• Thick marker for making labels
  • Notecards or paper for making labels
  • Tape for making labels
  • Bible

 

Preparation

  • Label the buckets and the rocks, and set everything out in the teaching area.
  • Practice the script.

 

Procedure

Use the following script and instructions (or modify to suit your needs):

  • “Sometimes we carry some heavy burdens in our hearts.”
  • “Burdens like…” (Pick up a rock and read the label. Then put it into one of the buckets. Pick up another rock and do the same, but this time, put it into the other bucket. Repeat the process until all the rocks are in the buckets.)
  • “These buckets represent our hearts, and all these rocks represent the burdens that pile up in them over time.”
  • “When we carry negative emotions in our heart, it places a burden on our spirit.”
  • “Who would like to try carrying these burdens?” (Allow a participant to carry the buckets (both at one time if possible) to see how far he or she can carry them.  While doing this, ask the volunteer the following questions.)
  • “How does that feel?” (Listen for response.)
  • “How long do you think you could carry it?” (Listen for response.)
  • “Now, set it down. How does that feel?” (Listen for response.)
  • “Why don’t you take the rocks out of the buckets and lift them again?” (Allow volunteer to do this, and then ask the following question.)
  • “How does it feel to carry them now?” (Listen for response.  Then, thank your volunteer, and allow him or her to take a seat.)
  • “While we may not feel the burdens in our hearts in the same way we feel the weight of carrying something physically heavy, they still have the potential to exhaust us, to take away our joy and to cause us to lose hope.”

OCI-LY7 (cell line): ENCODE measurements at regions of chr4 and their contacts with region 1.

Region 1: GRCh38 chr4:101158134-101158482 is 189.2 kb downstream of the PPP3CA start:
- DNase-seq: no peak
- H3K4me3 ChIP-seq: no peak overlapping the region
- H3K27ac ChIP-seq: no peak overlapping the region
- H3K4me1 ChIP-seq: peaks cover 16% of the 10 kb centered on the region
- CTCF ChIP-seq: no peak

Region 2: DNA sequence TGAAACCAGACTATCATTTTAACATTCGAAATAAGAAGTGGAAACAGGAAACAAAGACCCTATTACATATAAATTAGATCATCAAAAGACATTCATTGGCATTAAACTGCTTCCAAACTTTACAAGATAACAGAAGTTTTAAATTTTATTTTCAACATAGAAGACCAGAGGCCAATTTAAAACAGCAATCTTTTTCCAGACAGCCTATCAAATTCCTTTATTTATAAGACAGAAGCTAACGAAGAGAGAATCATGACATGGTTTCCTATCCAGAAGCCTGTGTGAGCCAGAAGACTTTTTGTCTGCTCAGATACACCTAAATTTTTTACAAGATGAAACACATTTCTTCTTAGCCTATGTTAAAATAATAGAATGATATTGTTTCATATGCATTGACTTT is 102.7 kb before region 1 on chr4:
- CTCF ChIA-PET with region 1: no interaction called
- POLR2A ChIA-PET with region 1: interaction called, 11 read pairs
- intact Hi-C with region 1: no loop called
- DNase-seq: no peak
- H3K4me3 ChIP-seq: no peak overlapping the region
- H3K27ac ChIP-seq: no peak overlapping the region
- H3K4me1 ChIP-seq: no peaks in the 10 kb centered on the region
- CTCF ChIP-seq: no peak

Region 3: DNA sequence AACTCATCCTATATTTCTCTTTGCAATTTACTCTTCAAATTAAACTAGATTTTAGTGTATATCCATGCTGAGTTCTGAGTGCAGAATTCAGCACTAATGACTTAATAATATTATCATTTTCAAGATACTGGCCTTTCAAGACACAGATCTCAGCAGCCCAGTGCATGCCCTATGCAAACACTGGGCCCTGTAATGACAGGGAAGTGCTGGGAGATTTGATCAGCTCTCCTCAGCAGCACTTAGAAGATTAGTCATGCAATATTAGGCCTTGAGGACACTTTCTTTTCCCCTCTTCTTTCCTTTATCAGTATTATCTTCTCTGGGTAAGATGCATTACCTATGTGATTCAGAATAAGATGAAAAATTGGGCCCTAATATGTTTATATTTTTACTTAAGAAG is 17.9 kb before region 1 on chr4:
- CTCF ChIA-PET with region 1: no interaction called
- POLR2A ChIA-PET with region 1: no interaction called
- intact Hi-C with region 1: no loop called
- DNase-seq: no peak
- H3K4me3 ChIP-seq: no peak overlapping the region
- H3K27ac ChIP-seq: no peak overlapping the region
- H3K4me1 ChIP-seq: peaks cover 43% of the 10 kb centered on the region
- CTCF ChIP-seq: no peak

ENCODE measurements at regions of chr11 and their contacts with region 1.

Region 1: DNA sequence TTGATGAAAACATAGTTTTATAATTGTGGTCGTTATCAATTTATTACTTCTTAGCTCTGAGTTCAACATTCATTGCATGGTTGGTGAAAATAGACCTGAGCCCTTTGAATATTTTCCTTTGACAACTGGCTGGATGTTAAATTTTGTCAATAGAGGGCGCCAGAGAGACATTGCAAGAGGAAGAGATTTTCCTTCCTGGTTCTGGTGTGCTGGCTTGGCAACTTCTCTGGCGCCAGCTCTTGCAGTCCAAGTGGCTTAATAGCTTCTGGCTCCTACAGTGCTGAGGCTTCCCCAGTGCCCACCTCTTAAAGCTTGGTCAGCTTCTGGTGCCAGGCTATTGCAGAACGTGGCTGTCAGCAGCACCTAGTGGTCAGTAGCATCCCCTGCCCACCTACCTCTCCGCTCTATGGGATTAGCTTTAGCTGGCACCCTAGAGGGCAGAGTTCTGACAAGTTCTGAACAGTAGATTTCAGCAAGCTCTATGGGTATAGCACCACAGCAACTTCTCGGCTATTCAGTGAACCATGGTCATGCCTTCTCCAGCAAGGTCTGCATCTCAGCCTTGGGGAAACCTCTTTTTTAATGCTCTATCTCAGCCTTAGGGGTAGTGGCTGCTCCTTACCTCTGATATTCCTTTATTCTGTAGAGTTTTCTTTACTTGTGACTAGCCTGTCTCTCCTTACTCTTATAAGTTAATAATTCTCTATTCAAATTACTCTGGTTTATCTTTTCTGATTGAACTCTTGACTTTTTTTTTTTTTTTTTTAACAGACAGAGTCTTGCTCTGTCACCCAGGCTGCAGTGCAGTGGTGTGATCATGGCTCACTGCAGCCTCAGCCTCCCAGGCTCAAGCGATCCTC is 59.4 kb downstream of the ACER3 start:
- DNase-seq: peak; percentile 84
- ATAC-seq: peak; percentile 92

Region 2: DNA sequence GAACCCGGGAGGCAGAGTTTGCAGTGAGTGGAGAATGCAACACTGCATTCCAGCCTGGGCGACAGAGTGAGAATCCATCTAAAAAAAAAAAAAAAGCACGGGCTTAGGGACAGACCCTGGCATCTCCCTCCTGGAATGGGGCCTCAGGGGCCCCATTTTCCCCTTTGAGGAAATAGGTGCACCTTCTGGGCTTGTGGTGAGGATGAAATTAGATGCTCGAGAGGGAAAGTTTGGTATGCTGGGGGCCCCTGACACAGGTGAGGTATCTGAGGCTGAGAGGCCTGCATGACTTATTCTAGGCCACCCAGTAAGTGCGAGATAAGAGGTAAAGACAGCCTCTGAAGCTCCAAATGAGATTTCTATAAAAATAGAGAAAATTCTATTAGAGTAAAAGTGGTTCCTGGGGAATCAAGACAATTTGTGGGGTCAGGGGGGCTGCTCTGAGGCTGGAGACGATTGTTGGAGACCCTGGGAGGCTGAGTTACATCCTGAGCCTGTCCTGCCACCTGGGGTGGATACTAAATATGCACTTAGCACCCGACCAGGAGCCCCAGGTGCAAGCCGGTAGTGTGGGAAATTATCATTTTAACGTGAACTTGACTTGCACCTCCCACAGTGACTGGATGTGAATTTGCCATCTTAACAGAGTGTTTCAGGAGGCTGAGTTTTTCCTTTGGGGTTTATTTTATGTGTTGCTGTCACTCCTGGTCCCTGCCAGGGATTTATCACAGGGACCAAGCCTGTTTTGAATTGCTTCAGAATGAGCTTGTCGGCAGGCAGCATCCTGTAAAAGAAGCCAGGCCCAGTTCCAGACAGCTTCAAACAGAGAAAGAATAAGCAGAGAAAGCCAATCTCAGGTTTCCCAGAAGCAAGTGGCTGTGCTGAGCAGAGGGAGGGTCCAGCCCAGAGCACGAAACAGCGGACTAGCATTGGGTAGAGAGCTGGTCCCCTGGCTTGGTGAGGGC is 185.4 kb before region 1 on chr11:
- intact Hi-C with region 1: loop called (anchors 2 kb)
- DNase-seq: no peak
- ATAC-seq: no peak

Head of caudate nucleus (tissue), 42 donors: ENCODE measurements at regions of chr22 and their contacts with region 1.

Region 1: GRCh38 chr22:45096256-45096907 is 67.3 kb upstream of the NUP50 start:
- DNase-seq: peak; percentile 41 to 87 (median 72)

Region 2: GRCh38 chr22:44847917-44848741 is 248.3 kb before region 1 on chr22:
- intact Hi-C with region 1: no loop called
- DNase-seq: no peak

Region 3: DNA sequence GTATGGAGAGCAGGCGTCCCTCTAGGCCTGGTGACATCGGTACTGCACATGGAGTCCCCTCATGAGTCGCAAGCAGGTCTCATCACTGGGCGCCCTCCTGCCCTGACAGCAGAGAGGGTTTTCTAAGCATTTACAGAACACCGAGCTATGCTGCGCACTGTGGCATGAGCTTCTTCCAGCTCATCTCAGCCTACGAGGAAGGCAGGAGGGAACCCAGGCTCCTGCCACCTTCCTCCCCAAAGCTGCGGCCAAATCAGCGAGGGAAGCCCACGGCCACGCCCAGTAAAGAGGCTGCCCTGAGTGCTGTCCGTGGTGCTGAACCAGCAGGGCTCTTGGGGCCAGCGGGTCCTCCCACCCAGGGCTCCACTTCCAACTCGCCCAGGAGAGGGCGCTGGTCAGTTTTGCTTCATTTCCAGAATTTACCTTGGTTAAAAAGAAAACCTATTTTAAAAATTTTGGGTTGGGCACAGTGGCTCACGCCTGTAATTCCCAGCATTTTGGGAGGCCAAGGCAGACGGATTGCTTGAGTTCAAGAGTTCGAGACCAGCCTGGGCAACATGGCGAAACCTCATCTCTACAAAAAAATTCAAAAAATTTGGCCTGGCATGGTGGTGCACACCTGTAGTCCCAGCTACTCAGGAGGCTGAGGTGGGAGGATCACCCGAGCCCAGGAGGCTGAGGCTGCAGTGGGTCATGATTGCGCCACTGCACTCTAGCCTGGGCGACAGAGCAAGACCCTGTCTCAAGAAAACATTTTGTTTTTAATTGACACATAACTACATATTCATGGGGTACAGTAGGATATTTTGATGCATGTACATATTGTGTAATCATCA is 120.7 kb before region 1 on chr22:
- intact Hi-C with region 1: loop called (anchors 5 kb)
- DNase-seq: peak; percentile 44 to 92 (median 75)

• “We remove them from our hearts by forgiving those who hurt us and by taking our burdens to God and asking for His help to let them go.” (Have volunteer read 1 Peter 5:7.)
  • “God cares for you!  He knows about your burdens, and He is just waiting for you to ask Him for His help.”
  • “So bring Him the heavy rocks in your heart, and let Him lighten your load.”

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Filed under Anger, Fear, Object Lesson, Peter, Worry

No More Than We Can Bear (CHALLENGE)


Time

10-15 minutes
Description

This Challenge teaches that God will help us get through difficult times and temptations.  He never allows us to go through more than we can bear, and He never leaves us alone.  The lesson is made by sticking wooden skewers through balloons without popping them.

 

Scriptures

  • Genesis 37-50
  • 1 Corinthians 10:13

 

Materials

  • Large balloons – 2-3 per person
  • Wooden skewers – 2-3 per person
  • Vegetable oil – 1 small container per group
  • Duct tape – 1 roll per group